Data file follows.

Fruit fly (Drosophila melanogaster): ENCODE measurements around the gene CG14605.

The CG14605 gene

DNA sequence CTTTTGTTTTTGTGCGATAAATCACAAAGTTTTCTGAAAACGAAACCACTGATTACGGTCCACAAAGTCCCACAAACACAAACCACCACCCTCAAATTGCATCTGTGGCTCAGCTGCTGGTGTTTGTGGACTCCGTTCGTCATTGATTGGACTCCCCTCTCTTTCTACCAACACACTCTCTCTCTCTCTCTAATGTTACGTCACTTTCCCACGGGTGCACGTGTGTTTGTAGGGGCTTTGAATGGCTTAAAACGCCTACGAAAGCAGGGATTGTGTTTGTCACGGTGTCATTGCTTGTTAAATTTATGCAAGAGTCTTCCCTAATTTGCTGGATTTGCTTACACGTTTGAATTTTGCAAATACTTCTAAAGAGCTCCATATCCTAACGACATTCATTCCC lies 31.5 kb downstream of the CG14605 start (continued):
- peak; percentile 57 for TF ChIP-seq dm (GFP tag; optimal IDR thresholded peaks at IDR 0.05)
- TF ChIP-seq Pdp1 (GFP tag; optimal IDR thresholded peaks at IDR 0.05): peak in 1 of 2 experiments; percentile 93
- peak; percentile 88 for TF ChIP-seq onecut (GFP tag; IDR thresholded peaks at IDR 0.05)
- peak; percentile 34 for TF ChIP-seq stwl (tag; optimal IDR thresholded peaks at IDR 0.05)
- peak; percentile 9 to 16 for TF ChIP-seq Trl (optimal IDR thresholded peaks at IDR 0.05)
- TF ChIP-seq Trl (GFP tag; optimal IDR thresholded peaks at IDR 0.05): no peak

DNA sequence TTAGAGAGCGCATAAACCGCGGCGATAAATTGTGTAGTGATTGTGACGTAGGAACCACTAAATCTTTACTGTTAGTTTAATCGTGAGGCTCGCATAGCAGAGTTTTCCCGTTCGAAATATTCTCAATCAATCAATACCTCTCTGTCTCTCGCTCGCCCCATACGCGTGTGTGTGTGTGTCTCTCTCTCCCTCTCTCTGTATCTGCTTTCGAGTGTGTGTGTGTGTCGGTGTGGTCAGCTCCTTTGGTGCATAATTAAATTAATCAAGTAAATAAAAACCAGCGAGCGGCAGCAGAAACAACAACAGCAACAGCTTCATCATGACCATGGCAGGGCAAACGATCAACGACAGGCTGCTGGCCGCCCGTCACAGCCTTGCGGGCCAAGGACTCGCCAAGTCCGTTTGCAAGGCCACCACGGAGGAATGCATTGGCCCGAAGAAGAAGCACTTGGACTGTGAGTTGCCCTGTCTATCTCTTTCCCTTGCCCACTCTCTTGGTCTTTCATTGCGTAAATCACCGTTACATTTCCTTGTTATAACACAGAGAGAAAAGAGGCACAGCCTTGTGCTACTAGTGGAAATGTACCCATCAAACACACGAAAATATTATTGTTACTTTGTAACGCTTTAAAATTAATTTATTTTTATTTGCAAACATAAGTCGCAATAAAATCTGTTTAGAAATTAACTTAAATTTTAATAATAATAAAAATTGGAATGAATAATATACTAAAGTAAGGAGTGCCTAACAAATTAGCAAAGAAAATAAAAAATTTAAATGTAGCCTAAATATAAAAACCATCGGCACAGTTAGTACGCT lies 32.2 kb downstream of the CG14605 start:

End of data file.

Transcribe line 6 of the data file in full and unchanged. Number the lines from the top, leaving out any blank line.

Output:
- peak; percentile 88 for TF ChIP-seq onecut (GFP tag; IDR thresholded peaks at IDR 0.05)